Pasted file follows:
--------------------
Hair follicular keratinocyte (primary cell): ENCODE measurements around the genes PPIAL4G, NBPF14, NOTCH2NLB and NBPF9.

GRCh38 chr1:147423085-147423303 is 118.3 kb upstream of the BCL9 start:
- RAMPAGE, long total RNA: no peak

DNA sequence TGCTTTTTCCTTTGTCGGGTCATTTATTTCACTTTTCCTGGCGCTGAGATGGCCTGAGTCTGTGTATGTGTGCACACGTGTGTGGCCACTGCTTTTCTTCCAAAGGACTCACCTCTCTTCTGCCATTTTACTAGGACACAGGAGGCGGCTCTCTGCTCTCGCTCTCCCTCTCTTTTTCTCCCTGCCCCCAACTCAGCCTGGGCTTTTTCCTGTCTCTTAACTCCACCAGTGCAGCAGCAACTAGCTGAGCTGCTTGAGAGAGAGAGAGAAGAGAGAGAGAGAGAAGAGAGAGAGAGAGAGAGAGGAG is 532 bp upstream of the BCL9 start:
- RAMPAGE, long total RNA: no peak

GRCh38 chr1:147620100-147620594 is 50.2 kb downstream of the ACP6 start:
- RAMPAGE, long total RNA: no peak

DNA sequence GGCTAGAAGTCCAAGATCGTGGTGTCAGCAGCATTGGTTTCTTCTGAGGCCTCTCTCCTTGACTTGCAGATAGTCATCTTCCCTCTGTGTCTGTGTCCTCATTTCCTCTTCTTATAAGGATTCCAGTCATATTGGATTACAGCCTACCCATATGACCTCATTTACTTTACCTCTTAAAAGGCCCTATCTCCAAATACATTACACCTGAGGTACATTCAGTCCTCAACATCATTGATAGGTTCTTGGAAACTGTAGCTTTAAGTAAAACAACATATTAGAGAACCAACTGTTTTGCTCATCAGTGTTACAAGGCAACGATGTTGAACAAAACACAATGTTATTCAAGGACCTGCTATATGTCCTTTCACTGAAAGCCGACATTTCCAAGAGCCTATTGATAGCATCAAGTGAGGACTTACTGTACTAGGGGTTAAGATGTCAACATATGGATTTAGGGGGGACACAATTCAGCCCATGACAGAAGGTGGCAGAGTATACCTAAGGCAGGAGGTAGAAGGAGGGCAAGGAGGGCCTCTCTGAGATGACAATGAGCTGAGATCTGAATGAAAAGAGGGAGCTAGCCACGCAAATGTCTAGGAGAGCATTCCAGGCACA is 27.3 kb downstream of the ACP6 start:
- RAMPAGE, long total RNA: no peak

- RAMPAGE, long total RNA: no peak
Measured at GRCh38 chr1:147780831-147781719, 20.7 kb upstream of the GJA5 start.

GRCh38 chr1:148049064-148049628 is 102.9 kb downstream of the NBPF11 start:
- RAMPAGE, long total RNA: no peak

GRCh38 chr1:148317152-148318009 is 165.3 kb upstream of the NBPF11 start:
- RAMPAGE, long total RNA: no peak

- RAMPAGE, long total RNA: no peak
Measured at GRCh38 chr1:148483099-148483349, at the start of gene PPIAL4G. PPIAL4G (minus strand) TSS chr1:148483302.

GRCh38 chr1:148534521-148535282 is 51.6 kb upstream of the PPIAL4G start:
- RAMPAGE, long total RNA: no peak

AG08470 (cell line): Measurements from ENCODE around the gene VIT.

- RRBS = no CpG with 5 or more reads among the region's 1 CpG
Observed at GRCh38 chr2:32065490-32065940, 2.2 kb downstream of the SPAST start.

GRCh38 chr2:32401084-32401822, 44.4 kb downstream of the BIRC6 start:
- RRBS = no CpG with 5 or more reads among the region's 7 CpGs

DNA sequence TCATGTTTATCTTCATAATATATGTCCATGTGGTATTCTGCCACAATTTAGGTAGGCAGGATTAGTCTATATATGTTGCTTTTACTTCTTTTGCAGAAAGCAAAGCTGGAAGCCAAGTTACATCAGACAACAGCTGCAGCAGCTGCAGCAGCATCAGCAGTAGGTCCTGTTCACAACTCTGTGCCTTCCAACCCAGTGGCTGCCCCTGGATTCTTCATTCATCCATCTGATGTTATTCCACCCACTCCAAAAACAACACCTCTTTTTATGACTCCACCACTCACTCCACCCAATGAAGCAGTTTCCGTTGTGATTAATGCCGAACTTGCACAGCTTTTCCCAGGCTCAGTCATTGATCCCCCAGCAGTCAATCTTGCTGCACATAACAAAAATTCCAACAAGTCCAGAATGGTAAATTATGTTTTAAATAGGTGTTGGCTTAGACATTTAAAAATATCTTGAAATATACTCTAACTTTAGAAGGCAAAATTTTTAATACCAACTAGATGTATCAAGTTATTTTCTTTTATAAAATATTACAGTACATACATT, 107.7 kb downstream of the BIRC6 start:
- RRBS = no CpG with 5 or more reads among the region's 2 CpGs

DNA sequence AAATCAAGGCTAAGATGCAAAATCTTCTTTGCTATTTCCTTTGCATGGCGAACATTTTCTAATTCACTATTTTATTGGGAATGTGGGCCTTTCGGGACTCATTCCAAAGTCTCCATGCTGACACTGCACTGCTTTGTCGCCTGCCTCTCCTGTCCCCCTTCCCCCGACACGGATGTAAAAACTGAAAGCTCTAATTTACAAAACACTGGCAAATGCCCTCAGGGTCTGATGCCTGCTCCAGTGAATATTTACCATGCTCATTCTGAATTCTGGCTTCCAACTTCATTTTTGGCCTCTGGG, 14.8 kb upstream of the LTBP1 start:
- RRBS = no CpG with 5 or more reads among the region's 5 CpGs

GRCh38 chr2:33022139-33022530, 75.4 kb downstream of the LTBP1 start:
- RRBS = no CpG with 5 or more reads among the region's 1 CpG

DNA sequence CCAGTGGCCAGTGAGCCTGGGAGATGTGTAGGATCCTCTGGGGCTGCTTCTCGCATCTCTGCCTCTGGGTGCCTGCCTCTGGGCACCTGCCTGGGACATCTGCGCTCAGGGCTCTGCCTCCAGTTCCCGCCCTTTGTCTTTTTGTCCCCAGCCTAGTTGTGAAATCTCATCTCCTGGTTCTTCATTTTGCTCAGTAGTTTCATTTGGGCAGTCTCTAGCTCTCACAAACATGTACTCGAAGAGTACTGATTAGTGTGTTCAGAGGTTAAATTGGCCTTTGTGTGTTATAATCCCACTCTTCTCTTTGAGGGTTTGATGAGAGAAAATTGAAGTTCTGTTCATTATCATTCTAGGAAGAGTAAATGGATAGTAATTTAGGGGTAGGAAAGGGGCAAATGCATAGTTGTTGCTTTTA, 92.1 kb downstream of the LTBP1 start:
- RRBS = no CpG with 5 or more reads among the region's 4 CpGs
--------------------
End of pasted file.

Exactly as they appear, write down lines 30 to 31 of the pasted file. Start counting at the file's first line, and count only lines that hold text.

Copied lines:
- RRBS = no CpG with 5 or more reads among the region's 1 CpG

DNA sequence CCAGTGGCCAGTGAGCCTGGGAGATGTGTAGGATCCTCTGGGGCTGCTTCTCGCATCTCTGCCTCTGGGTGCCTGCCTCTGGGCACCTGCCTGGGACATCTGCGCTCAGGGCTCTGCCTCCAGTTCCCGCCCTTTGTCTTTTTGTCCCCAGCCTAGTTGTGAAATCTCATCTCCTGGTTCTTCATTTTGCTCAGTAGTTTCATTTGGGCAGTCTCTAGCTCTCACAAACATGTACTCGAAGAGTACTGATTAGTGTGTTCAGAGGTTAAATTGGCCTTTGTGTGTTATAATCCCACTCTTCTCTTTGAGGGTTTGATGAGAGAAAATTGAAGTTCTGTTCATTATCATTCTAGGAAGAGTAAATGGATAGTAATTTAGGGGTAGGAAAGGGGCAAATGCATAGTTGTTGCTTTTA, 92.1 kb downstream of the LTBP1 start: